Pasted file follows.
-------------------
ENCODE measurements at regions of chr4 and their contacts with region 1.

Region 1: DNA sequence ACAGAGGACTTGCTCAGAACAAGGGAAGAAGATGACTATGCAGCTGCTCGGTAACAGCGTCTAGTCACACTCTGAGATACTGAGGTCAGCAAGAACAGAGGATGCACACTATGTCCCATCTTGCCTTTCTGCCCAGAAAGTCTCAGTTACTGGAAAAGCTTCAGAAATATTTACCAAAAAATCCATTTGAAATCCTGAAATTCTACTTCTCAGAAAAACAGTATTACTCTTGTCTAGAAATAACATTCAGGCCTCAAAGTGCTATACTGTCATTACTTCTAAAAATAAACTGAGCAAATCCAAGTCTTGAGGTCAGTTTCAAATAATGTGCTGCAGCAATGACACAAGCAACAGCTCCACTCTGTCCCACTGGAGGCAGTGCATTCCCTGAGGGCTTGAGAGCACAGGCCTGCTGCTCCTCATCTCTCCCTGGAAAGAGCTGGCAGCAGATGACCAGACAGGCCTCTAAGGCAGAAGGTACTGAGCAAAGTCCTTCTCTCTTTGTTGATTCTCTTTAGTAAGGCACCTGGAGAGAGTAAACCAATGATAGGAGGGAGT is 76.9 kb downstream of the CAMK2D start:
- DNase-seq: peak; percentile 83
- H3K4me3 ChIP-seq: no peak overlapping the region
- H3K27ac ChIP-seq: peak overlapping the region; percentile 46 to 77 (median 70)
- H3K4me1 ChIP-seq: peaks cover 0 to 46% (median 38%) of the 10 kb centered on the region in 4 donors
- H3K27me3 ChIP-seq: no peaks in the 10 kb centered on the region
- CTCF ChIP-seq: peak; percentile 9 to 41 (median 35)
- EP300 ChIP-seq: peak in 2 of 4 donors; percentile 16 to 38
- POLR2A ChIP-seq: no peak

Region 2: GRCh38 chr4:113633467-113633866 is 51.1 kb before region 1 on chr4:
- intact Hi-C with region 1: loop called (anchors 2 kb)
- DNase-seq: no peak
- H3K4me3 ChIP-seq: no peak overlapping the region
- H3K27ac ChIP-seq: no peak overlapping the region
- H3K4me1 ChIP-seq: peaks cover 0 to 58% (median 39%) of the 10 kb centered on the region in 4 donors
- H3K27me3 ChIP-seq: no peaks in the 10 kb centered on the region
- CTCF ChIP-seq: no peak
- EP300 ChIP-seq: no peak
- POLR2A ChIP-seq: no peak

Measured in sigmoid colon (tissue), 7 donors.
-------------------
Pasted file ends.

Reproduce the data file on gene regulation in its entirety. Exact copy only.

ENCODE measurements at regions of chr4 and their contacts with region 1.

Region 1: DNA sequence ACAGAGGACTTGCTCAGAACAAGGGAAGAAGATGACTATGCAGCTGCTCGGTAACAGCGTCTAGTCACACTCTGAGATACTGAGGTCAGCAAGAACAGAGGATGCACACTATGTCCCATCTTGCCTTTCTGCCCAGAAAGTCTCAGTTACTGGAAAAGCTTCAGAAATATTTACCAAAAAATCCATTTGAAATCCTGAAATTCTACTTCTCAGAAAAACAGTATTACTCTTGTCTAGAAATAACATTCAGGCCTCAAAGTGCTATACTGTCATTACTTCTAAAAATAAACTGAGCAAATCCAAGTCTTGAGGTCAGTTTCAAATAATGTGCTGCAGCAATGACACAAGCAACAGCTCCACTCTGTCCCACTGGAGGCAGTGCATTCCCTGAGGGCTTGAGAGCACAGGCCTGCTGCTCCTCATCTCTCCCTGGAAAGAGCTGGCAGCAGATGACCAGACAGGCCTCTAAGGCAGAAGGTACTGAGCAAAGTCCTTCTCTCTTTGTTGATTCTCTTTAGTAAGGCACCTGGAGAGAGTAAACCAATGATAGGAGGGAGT is 76.9 kb downstream of the CAMK2D start:
- DNase-seq: peak; percentile 83
- H3K4me3 ChIP-seq: no peak overlapping the region
- H3K27ac ChIP-seq: peak overlapping the region; percentile 46 to 77 (median 70)
- H3K4me1 ChIP-seq: peaks cover 0 to 46% (median 38%) of the 10 kb centered on the region in 4 donors
- H3K27me3 ChIP-seq: no peaks in the 10 kb centered on the region
- CTCF ChIP-seq: peak; percentile 9 to 41 (median 35)
- EP300 ChIP-seq: peak in 2 of 4 donors; percentile 16 to 38
- POLR2A ChIP-seq: no peak

Region 2: GRCh38 chr4:113633467-113633866 is 51.1 kb before region 1 on chr4:
- intact Hi-C with region 1: loop called (anchors 2 kb)
- DNase-seq: no peak
- H3K4me3 ChIP-seq: no peak overlapping the region
- H3K27ac ChIP-seq: no peak overlapping the region
- H3K4me1 ChIP-seq: peaks cover 0 to 58% (median 39%) of the 10 kb centered on the region in 4 donors
- H3K27me3 ChIP-seq: no peaks in the 10 kb centered on the region
- CTCF ChIP-seq: no peak
- EP300 ChIP-seq: no peak
- POLR2A ChIP-seq: no peak

Measured in sigmoid colon (tissue), 7 donors.